With students still in their first month of the school year, schools in Palau are easing their teachers and students into a “hybrid” setting, where classroom learning is blended with remote-learning platforms.

With schools in Guam currently closed and the COVID pandemic remaining a threat, the Ministry of Education (MOE) has continuously stressed that schools should be ready to close and adopt remote-learning procedures at a moment’s notice.

President Tommy E. Remengesau has frequently stated that Palau cannot remain closed to the rest of the world, and that a possible COVID case in Palau remains a very real risk. Flights have already begun to bear essential workers into the country.

“We cannot wait until there’s a COVID-free world until we open up,” President Remengesau said at the National Environment Symposium last week. “We will all starve first.”

However, he reiterated, Palau’s ability to stay closed for as long as it has gave the country six months of preparedness which other countries did not have. One of these ways, he has said, is classroom preparedness.

At the 2020 Education Convention this past July, the Ministry of Education (MOE) stated that it will be helping schools in Palau adopt a “blended-learning approach”, which is based on a platform of technology, mixed with “adaptive measures such as offline learning to mitigate challenges . . . of unstable online connections or lack of connectivity.”

One way which the MOE has been helping is providing laptops to all teachers, in public and private schools. Schools like Palau High School (PHS) have already received one computer for every teacher, while some private schools, such as Mindszenty High School (MHS), are waiting for their laptops to arrive.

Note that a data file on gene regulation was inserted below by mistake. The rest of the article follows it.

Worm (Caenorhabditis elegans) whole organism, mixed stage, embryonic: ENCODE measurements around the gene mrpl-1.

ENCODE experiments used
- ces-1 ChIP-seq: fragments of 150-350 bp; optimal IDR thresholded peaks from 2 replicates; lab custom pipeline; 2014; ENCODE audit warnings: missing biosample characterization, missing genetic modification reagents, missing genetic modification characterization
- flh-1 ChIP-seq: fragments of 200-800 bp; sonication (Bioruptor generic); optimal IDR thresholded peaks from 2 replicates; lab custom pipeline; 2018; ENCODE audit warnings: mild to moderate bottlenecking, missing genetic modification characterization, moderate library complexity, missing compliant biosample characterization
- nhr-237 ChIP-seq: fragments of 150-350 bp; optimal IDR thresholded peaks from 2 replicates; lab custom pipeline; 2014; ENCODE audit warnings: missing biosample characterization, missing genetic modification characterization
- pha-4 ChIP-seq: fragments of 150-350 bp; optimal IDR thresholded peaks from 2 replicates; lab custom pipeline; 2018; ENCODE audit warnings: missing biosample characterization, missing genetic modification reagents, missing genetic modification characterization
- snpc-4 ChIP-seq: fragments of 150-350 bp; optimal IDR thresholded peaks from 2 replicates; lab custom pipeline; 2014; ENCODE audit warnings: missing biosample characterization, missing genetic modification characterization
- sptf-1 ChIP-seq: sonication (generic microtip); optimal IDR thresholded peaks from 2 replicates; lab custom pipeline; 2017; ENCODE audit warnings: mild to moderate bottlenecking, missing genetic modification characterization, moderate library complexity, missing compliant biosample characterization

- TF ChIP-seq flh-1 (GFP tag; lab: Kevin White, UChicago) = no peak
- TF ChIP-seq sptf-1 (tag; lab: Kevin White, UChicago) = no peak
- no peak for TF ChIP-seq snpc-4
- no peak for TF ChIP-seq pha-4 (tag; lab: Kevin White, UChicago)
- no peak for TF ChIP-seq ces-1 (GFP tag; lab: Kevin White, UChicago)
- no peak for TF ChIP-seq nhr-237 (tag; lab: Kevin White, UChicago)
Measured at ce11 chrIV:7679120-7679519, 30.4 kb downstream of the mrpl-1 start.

In an interview, Principal Smyth Rdang of Palau High School (PHS) described the current teaching strategy being used at the school as a “hybrid” classroom, with teachers using a combination of classroom instruction and online platforms.

Online platforms being used in classes include ZOOM and mobile education apps, in order to relate class information to students when they aren’t in the classroom.

“A student who is absent, for instance, will be sent his work over the app,” the Principal said. “This is a good way to address challenges we always face in teaching students, and also preps students and teachers to use these tools in case we have to close our school again.”

Principal Rdang identified challenges the school faced during the closure in March, and was hopeful that the training would help alleviate these problems.

“Access to technology was a big challenge,” he said, “and, for many students, access to internet. Teachers had to find ways to deliver work to students in Babeldaob, and to coordinate with students going to Angaur or Peleliu by boat.” Despite this, he said, teachers were able to create their own class agendas, and deliver their material and assessments with some creativity.

Hopefully, he said, this new method would take pressure off of the teachers, and, if the need arises, make the transition from in-class to remote teaching as seamless as possible. 

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